BBC NEWS Americas Africa Europe Middle East South Asia Asia Pacific Arabic Spanish Russian Chinese Welsh
BBCi CATEGORIES   TV   RADIO   COMMUNICATE   WHERE I LIVE   INDEX    SEARCH 

BBC NEWS
 You are in:  World: South Asia
Front Page 
World 
Africa 
Americas 
Asia-Pacific 
Europe 
Middle East 
South Asia 
-------------
From Our Own Correspondent 
-------------
Letter From America 
UK 
UK Politics 
Business 
Sci/Tech 
Health 
Education 
Entertainment 
Talking Point 
In Depth 
AudioVideo 


Commonwealth Games 2002

BBC Sport

BBC Weather

SERVICES 
Saturday, 6 April, 2002, 16:59 GMT 17:59 UK
Bangladesh stops for strike
Police arrest an Awami League activist
Security forces prevented any mass protest
test hello test
By Alastair Lawson
BBC correspondent in Dhaka
line

Hundreds of police and paramilitary soldiers deployed in the Bangladeshi capital Dhaka during a day-long general strike called by the opposition Awami League.

Awami League Sheikh Hasina
Sheikh Hasina has been strongly criticised over the strike

The strike brought transport and businesses to a halt on what should have been a normal working day in the predominantly Muslim country.

There was little violence, but two people were injured when a home-made bomb exploded in an area of old Dhaka city, police said.

The stoppage was called in protest at what the opposition says is the deteriorating law and order situation in Bangladesh.

It is also unhappy over the government's decision to ban portraits of the country's first president Sheikh Mujibur Rahman from public offices.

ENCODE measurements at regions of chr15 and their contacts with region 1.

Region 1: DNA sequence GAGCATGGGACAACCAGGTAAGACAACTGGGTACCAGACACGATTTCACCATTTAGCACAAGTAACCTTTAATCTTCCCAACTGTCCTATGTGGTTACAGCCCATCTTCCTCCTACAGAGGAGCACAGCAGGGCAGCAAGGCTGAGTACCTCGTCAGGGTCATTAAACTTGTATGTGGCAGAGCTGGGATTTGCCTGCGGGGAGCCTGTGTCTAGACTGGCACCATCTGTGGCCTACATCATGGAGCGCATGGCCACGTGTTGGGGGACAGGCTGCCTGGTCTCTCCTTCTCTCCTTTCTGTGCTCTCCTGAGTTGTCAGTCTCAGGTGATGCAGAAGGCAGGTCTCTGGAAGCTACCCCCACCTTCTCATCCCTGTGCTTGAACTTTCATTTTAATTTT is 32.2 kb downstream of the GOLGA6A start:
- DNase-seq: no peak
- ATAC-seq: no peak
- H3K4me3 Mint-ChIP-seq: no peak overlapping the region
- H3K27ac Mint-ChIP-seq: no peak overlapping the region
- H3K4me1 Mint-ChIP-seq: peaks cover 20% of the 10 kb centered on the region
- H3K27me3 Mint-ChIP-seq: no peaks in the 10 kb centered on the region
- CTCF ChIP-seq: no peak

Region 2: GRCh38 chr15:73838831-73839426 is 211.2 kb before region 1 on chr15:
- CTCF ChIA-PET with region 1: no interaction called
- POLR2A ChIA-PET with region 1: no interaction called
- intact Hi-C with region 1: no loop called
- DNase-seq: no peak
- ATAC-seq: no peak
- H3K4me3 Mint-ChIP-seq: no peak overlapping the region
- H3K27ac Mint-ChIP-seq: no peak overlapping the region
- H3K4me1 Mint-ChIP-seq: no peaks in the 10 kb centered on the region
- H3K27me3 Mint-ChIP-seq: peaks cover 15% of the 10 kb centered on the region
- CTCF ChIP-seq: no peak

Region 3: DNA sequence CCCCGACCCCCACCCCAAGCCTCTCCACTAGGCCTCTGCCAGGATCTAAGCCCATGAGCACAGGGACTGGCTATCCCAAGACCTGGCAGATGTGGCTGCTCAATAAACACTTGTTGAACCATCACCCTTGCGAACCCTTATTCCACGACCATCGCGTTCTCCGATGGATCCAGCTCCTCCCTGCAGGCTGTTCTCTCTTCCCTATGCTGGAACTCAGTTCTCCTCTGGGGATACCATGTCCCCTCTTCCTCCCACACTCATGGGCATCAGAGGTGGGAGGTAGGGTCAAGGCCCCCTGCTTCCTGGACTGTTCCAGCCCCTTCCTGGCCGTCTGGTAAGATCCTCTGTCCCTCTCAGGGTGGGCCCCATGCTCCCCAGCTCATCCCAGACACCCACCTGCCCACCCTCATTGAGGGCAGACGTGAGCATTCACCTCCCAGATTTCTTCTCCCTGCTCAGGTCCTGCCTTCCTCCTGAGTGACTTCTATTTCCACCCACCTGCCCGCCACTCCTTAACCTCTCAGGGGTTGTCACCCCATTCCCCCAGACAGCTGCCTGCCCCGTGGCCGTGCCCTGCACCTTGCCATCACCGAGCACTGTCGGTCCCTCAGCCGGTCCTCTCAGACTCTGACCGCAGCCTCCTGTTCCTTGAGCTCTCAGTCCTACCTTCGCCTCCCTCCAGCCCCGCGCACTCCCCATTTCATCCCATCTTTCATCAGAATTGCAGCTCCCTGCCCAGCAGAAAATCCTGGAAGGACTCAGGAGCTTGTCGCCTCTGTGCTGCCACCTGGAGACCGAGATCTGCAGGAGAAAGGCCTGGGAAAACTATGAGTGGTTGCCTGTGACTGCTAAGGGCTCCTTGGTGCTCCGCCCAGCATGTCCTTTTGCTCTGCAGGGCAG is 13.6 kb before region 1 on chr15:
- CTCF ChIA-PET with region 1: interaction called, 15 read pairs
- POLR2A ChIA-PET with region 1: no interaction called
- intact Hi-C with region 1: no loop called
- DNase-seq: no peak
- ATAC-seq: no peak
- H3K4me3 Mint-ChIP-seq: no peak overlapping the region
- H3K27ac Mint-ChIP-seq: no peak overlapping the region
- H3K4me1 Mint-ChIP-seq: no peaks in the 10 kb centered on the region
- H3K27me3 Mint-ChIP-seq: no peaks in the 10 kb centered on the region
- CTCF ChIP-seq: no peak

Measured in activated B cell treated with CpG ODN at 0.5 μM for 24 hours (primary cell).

Sheikh Mujibur is the founder of the Awami League, and the father of its leader Sheikh Hasina.

Heavy security

This was the first day-long general strike called by the Awami League since it lost power in October.

Dhaka riot policemen
The opposition says law and order is deteriorating

Chanting opposition supporters met with a large security force presence on the streets of Dhaka, and their movements were restricted.

The authorities were eager to ensure that there was no repeat of violence on Friday in which numerous Awami League supporters were injured in street clashes with police who used batons and tear gas.

The two main stock exchanges were closed down, and cargo handling was severely disrupted.

Business leaders estimate that the strike has cost the country in excess of $60m.

The opposition leader Sheikh Hasina has been strongly criticised by the government for going ahead with the strike.

Ministers say that she reneged on a pledge made when she was prime minister not to hold general strikes, or hartals, because they cause so much damage to the country.

Continuing strikes

But for much of the last decade in Bangladesh, both main parties have frequently called hartals when they are in opposition.

When they are in office, they denounce such process as highly damaging to the nation.

The Awami League said it had no choice but to call Saturday's strike, because it is the most effective way of highlighting the persecution its supporters have suffered at the hands of the government.

The government says that the Awami League is trying to tarnish the international image of Bangladesh as part of its bid to win power.

See also:

02 Apr 02 | South Asia
Bangladesh changes security law
11 Mar 02 | South Asia
Bangladesh law and order promise
08 Mar 02 | South Asia
Bangladesh protest against acid attacks
04 Mar 02 | South Asia
Bank robbers strike terror in Dhaka
16 Feb 02 | South Asia
Bangladesh cracks down on crime
10 Dec 01 | South Asia
Dhaka lynchings spread alarm
Internet links:


The BBC is not responsible for the content of external internet sites

Links to more South Asia stories are at the foot of the page.


E-mail this story to a friend

Links to more South Asia stories